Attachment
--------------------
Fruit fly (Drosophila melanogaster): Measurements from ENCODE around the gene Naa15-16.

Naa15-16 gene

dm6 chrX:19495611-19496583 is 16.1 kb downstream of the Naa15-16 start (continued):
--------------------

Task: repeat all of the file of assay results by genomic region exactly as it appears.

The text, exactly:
Fruit fly (Drosophila melanogaster): Measurements from ENCODE around the gene Naa15-16.

Naa15-16 gene

dm6 chrX:19495611-19496583 is 16.1 kb downstream of the Naa15-16 start (continued):